Norwegian Air Passenger Income Growth Misses Expectations In March
Norwegian Air earned less money than expected from each traveller in March but its aircraft filled up at a faster pace than analysts anticipated, the budget carrier's latest monthly traffic report has...
Norwegian Air earned less money than expected from each traveller in March but its aircraft filled up at a faster pace than analysts anticipated, the budget carrier's latest monthly traffic report has shown.
The grounding of its Boeing 737 MAX jets following the deadly crash of an Ethiopian jet last month has forced Norwegian to lease other aircraft as the peak summer season nears, further complicating its drive for profitability.
While Norwegian has said it would seek compensation from Boeing for the cost of grounding its eighteen MAX fleet, its chief executive has also defended the aircraft model.
"We have had some productive meetings with Boeing where we have discussed how we can manoeuver through the difficulties the MAX situation is causing Norwegian," CEO Bjoern Kjos said in a statement.
Last week, Kjos, a former fighter pilot, said that he had tested Boeing's new flight control software in a simulator, finding it foolproof and adding he would gladly take his own family on board a Norwegian MAX aircraft.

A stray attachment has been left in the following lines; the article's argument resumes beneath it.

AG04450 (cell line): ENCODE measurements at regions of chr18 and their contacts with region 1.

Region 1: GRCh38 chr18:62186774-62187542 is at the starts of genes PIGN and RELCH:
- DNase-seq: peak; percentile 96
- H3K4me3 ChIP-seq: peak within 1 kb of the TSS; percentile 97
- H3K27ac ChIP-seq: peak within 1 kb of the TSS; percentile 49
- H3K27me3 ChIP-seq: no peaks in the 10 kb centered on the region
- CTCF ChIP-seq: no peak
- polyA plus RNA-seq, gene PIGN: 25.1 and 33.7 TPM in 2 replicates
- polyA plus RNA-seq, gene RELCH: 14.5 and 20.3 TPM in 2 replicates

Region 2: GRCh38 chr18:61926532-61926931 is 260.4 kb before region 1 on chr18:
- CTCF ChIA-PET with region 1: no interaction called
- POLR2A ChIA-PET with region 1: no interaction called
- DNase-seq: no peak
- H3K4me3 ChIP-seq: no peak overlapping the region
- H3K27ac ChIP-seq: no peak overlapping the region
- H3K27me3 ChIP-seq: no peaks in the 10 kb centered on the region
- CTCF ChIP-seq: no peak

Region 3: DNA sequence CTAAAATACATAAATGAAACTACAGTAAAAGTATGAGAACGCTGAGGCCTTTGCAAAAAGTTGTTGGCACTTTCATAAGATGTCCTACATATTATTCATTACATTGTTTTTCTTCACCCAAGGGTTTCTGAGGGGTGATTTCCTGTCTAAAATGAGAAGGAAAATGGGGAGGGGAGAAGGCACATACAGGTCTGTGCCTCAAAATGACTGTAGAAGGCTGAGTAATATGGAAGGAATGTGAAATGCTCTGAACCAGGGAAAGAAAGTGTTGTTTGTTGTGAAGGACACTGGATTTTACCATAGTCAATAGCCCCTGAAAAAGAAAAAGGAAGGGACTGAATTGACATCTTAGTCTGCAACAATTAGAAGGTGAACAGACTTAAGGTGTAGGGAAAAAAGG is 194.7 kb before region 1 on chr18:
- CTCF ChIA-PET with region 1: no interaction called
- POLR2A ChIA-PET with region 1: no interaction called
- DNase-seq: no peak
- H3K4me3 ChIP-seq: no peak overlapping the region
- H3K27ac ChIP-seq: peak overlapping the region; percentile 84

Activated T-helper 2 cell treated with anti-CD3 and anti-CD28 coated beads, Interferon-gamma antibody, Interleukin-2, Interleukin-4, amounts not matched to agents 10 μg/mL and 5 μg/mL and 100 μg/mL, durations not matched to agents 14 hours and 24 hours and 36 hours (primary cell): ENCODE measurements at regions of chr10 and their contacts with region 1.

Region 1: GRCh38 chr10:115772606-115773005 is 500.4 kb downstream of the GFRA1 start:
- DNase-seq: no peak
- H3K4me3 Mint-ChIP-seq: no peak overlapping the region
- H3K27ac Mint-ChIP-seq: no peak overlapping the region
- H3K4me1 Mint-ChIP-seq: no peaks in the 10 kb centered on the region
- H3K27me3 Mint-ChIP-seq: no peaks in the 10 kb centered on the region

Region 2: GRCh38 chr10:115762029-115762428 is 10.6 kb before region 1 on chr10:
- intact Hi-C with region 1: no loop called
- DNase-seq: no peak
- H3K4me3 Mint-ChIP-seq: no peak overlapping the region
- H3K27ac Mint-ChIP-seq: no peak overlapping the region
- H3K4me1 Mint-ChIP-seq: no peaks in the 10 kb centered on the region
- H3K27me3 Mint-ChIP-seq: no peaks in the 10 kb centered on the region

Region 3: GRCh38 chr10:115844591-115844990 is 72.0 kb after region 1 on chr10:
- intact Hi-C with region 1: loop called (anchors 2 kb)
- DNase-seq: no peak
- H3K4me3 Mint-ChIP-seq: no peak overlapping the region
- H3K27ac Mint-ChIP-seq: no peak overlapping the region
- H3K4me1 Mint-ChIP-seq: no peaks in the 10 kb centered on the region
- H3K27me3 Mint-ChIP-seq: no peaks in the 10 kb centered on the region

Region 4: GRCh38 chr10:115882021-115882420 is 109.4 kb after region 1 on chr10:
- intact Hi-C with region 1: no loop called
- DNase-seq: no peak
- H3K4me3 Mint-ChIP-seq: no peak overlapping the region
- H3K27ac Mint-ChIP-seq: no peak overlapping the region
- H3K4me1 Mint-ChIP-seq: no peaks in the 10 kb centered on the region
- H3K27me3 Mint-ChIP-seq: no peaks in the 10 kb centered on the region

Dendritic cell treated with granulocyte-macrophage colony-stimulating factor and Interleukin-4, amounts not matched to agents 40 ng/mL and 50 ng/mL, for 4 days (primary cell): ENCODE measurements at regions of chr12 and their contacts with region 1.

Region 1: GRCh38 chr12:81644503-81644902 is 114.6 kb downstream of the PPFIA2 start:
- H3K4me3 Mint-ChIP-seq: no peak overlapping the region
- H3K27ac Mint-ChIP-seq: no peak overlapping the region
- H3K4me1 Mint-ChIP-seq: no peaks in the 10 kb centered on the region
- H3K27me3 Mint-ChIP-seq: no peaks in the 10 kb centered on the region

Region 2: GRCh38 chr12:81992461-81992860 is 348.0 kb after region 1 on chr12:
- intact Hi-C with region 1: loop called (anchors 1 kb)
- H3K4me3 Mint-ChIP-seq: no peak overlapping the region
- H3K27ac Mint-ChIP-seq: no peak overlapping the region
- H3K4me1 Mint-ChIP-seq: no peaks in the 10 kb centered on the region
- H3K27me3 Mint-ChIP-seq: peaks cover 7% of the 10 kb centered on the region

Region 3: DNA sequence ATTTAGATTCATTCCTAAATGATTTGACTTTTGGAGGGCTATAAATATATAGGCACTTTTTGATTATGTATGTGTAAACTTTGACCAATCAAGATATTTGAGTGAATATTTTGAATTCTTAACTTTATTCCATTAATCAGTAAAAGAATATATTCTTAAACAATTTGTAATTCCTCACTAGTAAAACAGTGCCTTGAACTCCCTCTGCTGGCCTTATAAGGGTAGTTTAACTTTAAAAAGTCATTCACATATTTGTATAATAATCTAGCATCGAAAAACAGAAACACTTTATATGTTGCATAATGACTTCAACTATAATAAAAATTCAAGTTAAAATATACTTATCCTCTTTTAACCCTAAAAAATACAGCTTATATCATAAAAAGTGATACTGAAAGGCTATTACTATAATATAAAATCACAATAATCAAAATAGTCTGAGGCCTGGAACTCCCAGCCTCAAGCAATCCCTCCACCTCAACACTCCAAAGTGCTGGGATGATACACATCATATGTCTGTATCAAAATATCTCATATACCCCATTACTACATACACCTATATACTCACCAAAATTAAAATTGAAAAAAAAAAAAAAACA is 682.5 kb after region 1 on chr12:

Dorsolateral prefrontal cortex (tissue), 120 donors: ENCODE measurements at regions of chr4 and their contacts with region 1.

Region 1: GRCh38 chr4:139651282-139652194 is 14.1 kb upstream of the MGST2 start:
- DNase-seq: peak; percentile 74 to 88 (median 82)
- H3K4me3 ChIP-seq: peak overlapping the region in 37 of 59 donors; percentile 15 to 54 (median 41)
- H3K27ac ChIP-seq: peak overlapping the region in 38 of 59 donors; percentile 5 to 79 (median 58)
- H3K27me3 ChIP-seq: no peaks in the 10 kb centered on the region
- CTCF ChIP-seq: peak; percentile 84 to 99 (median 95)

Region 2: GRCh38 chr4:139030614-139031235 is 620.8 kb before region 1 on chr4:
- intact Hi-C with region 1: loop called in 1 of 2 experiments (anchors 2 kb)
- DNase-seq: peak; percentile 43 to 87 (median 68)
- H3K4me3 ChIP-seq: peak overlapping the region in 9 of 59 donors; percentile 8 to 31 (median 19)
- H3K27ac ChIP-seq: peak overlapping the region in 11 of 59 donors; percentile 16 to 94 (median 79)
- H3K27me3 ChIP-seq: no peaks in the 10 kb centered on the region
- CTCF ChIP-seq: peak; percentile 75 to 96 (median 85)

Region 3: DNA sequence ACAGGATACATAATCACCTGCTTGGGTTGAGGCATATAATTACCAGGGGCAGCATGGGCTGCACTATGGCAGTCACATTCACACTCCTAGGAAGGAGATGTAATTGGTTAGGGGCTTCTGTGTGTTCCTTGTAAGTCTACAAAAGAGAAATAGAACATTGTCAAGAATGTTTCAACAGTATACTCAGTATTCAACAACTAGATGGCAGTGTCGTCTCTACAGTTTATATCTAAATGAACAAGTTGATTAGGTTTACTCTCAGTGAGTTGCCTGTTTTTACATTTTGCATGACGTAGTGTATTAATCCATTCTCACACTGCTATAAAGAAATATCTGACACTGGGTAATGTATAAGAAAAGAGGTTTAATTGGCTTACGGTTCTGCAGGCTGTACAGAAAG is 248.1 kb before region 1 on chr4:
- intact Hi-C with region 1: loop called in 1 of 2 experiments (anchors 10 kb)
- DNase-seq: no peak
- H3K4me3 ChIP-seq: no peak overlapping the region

Norwegian's March yield, a measure of revenue per passenger carried and kilometres flown, rose to 0.33 Norwegian crowns ($0.0385) from 0.32 crowns in February, while analysts in a Reuters poll expected an increase to 0.34 crowns.
The airline's load factor, showing how many seats are sold on each flight, stood at 85.4% for the month, beating forecast of 82.7% but was still down from 86.7% a year earlier.
While the yield lagged expectations, the higher load factor helped compensate the shortfall, said brokerage Pareto Securities, which has a buy recommendation on Norwegian's stock.
The carrier's first-quarter adjusted earnings before interest, tax, depreciation and amortisation (EBITDA) will likely swing to a profit of about 600 million Norwegian crowns ($69.93 million) from a year-ago loss of 880 million, Pareto added.
Norwegian has curbed its rapid growth this year to focus instead on cutting costs and turning a profit amid stiff competition, while also raising 3 billion crowns ($349.71 million) from shareholders to boost its balance sheet.
Its capacity expansion, as measured by available seat kilometres (ASK), peaked at 51% growth year-on-year last June and has since declined, hitting 11% in March, lower than the 12.4% that analysts forecast.
The mid-April Easter holiday is expected to boost Norwegian's traffic numbers, the company said, while noting that last year's Easter had been in March.
"Easter will always affect the figures positively," Norwegian said.